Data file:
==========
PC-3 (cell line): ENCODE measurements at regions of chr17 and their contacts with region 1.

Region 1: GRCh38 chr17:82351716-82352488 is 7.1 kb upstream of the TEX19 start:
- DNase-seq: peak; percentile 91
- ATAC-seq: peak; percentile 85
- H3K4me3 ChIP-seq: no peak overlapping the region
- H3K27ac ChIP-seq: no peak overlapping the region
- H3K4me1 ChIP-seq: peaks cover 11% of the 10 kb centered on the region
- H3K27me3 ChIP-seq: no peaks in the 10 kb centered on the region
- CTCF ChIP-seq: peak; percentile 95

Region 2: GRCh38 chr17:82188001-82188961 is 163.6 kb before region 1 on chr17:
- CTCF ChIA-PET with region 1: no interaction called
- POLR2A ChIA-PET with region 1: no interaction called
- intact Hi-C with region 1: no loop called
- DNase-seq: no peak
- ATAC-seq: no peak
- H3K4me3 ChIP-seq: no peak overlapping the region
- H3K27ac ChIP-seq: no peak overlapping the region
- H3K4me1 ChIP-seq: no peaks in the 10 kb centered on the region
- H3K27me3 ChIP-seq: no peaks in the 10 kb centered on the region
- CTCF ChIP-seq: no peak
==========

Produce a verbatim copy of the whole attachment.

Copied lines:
PC-3 (cell line): ENCODE measurements at regions of chr17 and their contacts with region 1.

Region 1: GRCh38 chr17:82351716-82352488 is 7.1 kb upstream of the TEX19 start:
- DNase-seq: peak; percentile 91
- ATAC-seq: peak; percentile 85
- H3K4me3 ChIP-seq: no peak overlapping the region
- H3K27ac ChIP-seq: no peak overlapping the region
- H3K4me1 ChIP-seq: peaks cover 11% of the 10 kb centered on the region
- H3K27me3 ChIP-seq: no peaks in the 10 kb centered on the region
- CTCF ChIP-seq: peak; percentile 95

Region 2: GRCh38 chr17:82188001-82188961 is 163.6 kb before region 1 on chr17:
- CTCF ChIA-PET with region 1: no interaction called
- POLR2A ChIA-PET with region 1: no interaction called
- intact Hi-C with region 1: no loop called
- DNase-seq: no peak
- ATAC-seq: no peak
- H3K4me3 ChIP-seq: no peak overlapping the region
- H3K27ac ChIP-seq: no peak overlapping the region
- H3K4me1 ChIP-seq: no peaks in the 10 kb centered on the region
- H3K27me3 ChIP-seq: no peaks in the 10 kb centered on the region
- CTCF ChIP-seq: no peak